• Connecting Speakers with Audiences™

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How visualization helps you succeed

How visualization helps you succeed 1707 2560 I Need A Speaker

You can do many things to prepare for a talk. Record yourself. Request feedback from a willing audience. Practice. The list goes on.

One way to help you achieve your speaking goals is to visualize the steps you need to take in order to be a successful, effective speaker. For example:

  • Imagine yourself conducting research.
  • Picture yourself drafting a clear, engaging message.
  • Visualize yourself practicing.
  • Mentally watch as you respond to audience questions.

You know what to do to develop your presentation. Researchers Taylor, Pham, Rivkin, & Armor (1998) say that by imagining yourself successfully completing each step, you’ll maintain motivation and help make it happen!

 

 

Photo credit: Pexels

Write a memorable wedding toast – in just minutes.

Write a memorable wedding toast – in just minutes. 2560 1710 I Need A Speaker

Outfits have been purchased. Gifts have been wrapped. Now it’s time to write your toast.

Where do you start? Some people tell us they can stare at a blank sheet of paper or gaze at a laptop screen for hours without inspiration.

We’re here to help with tips that will make the process easier and calm those butterflies.

  1. Remember the purpose of the toast. Your intent is to honor and congratulate the couple, encouraging others to join you in this celebration.
  2. Know your audience. Would a sentimental or funny approach work better? Are there people in the audience who would love to hear stories related to the couple?
  3. Start by mentioning your feelings about being asked to speak at the wedding. Are you excited? Honored? What makes you feel that way?
  4. Take a moment to talk about your relationship to the newlyweds, and share a favorite story.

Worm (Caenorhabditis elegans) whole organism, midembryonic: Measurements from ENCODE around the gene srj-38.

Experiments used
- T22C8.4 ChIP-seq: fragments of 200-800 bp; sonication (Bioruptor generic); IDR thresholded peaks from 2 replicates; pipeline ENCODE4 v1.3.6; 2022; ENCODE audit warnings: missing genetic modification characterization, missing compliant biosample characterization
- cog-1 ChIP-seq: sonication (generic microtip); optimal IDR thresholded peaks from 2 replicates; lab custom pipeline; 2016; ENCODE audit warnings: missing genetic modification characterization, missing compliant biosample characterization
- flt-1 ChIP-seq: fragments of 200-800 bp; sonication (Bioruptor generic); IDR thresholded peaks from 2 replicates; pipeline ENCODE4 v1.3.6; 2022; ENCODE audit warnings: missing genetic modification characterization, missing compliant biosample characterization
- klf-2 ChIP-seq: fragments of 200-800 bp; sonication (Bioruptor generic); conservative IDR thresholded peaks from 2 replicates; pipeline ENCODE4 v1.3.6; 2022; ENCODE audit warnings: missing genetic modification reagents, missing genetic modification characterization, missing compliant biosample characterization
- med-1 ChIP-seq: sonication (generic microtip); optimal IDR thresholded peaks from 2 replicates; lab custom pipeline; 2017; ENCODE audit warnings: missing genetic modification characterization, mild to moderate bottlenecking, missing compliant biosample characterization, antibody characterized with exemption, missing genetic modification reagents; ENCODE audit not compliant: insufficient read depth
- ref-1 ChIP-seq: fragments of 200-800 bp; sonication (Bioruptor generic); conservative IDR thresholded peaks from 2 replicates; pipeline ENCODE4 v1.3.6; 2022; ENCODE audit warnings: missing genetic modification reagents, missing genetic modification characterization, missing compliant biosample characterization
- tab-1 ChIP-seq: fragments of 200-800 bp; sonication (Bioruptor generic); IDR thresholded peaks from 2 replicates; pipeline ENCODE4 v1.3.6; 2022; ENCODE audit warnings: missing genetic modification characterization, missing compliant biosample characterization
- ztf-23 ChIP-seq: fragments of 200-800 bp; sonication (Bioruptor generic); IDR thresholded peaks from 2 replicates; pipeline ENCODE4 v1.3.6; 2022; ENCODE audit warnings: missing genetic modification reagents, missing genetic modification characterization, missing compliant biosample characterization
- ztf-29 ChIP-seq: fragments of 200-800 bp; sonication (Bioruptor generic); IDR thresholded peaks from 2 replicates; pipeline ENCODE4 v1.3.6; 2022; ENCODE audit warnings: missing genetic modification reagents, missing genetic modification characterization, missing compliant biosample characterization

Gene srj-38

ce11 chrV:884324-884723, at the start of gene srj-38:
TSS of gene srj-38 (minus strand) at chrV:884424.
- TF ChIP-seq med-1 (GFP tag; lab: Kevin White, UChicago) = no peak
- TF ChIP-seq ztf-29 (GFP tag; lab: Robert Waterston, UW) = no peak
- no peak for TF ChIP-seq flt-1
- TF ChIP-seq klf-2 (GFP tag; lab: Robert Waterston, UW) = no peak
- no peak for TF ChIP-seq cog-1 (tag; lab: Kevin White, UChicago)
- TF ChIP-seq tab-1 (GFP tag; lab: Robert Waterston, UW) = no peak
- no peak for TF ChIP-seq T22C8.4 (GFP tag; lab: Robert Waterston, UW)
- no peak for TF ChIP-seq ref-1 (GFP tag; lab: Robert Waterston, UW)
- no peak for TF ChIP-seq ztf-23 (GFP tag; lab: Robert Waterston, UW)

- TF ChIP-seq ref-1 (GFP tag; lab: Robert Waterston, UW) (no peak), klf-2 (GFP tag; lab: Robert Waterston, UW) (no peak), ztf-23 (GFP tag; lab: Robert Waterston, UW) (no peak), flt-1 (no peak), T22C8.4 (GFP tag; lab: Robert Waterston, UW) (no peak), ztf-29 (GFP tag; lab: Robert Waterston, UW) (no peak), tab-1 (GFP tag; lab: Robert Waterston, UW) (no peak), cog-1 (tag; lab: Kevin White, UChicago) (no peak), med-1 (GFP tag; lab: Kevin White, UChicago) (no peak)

5. Discuss how both people complement one another. What makes their relationship work? Why is it so special? How will their married status enhance their lives?
  6. Ask guests to raise a glass as you deliver your closing remarks, ending with congratulatory wishes for lifelong happiness.

Follow these steps, and you’ll be able to write an appropriate, memorable tribute to the pair.

As you plan your delivery, keep these additional tips in mind:

  • Make eye contact with the couple and wedding guests, including everyone in the room.
  • Practice in advance so you’re more comfortable when you’re called upon to speak.
  • Plan for a brief presentation of less than three minutes.
  • Remain classy and appropriate.
  • Avoid past relationships, inside jokes, use of expletives, and inappropriate humor.
  • Limit your alcohol content prior to the speech to ensure your best performance.

Now we raise a virtual glass to you and your wonderful wedding toast!

 

Photo credit: Pexels

Women, please take the stage.

Women, please take the stage. 1707 2560 I Need A Speaker

Yesterday I heard a disturbing statistic. I learned that approximately 70 percent of conference speakers are men. Seventy percent. Wow.

Although I’m sure these speakers have a great message, I know that women also have inspiring and useful information to share. Let’s make room on the stage, please, to welcome more diverse speakers.

I Need A Speaker is on a mission to amplify new voices. Please encourage the women you know to learn more about I Need A Speaker and how their voices can be heard. Audiences are waiting for you.

 

 

Photo credit: Pexels

Do this before beginning your public speaking career.

Do this before beginning your public speaking career. 2560 1707 I Need A Speaker

I was in a Clubhouse room the other day, and someone raised a hand to be invited to the stage. The individual explained that he was ready to begin exploring opportunities for public speaking.

“What’s your central message?” the moderator asked.

The individual replied, “Well, I can adapt to suit the audience. I have expertise in a number of areas.”

Ouch.

The first thing to do is to have a central message. Know what it is, and know who needs to hear it. Then you can start looking for opportunities to share it.